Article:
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Kalamata

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If you say "Kalamata", many people will think of the famous purple, rough-pitted Kalamata olive which grows abundantly in the region surrounding the city. But Kalamata does more than just grow olives, however excellent. As more international flights find their way to Kalamata Airport, you may find Kalamata on your itinerary as an alternative to arriving in Athens.

Where Is Kalamata?

Kalamata is located on the Peloponnese peninsula, a large near-island to the west of Attica and Athens. The peninsula roughly resembles a four-fingered hand spread out with fingers pointing down, and Kalamata is located at the juncture of the little and next "finger" from the left.

Getting to Kalamata

The Peloponnese peninsula is served by a good "ring" road and you can drive the approximately 150 miles to Kalamata from Athens, with the first portion of the journey on broad, multi-laned freeway-type roads. It can be reached by long-distance KTEL bus from Athens. In pre-Greek times, the area would have had ties with the ancient Minoan civilization based on Crete.

There is a train station, but as of this writing in 2012, the service has been suspended. As the OSE train service in Greece reorganizes itself, subject to a possible sale, it may resume. But for the time being, it's safer to assume that there is no train service to Kalamata.

The port at Kalamata also has some ferry service to the Greek island of Kythira and on to Chania, Crete.

About Kalamata

Kalamata is a traditional Greek city and is the capital of the region of Messenia. It has some tourism, but most of its economy is based on local agriculture, shipping, and other business.

Sightseeing in Kalamata

Kalamata has several museums; like most semi-official organizations in Kalamata, they are generally located in Neoclassical or Venetian-style former mansions.

Kalamata's Famous Native Son

Olives are not the only famous thing to come out of Kalamata. Does Olympic swimmer turned musician Yiannis Chryssomallis ring any bells? Better known as just Yanni, he also hails from Kalamata and still maintains a home in the area.

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Folkarts in Kalamata

Kalamata has a long-established silk industry and it is still possible to find locally-woven silk scarves. It's also even more possible to find some lovely silk scarves imported from China or India, so if you are determined to have a local handcraft, look for items with tags indicating that the scarf was made in Kalamata or, better yet, make the climb to the Castle of Kalamata and to the nearby monastery where nuns still weave them. Down below, genuine local silks tend to be in plainer colors than imports, but even that is no guarantee. Ironically, the Greek financial crisis has given a boost to some truly local handcrafts as international bank transfers have become more difficult for small businesses, so at least some of them have turned back to local Greek suppliers.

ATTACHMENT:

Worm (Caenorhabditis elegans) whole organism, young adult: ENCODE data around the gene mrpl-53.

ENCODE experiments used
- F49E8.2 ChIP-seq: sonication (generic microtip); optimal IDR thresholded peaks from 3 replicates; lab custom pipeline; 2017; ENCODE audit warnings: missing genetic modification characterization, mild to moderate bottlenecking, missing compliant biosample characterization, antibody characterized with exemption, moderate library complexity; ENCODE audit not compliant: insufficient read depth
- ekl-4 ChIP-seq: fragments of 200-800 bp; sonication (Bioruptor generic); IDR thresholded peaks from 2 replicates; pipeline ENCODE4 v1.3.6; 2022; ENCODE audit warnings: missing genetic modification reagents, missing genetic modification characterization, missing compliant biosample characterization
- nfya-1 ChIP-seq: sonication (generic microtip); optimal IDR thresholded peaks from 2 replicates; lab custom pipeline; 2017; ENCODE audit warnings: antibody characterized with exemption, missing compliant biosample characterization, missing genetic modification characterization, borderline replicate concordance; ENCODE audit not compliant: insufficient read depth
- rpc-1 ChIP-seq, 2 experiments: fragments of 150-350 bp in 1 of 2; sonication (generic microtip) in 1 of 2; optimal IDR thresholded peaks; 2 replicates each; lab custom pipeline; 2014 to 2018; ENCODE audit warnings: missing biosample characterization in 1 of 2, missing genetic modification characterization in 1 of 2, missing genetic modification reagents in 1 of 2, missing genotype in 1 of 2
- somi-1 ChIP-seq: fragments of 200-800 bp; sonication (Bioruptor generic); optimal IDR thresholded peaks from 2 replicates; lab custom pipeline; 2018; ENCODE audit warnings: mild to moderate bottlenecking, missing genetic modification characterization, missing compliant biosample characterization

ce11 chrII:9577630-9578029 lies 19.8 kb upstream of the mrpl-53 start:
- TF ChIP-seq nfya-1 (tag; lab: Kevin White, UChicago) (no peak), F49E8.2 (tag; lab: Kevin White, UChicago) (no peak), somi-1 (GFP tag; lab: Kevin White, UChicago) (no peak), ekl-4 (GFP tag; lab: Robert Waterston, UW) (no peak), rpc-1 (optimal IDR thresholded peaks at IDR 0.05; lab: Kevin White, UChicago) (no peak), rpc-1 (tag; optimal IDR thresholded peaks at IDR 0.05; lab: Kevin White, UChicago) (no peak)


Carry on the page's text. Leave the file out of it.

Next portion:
Kalamata Castle is also the site of the annual International Dance Festival of Kalamata, held every summer.

History of Kalamata

While there's virtually nothing left, part of Kalamata Castle was built over the ruins of an ancient town known as Pherai or Fare. Like many places in Greece, it was under the rule of many different masters since the Middle Ages. The area and town endured Norman domination, rule by the Kings of Navarre (slightly less common), then the Ottoman Empire, with a temporary interruption when it was held by the Venetians.

Kalamata International Airport

Kalamata's small yet International Airport comes into its own during the summer, where there are foreign charter flights. There are also flights between Kalamata and Athens. Kalamata's airport code is KLX. In March, 2013, Aegean Airlines is adding flights to Munich, Dusseldorf and Stockholm, in addition to a seasonal Moscow flight. Charter flights connect Kalamata with the UK, Germany, Austria, and Norway.

Compare prices on Hotels in Kalamata

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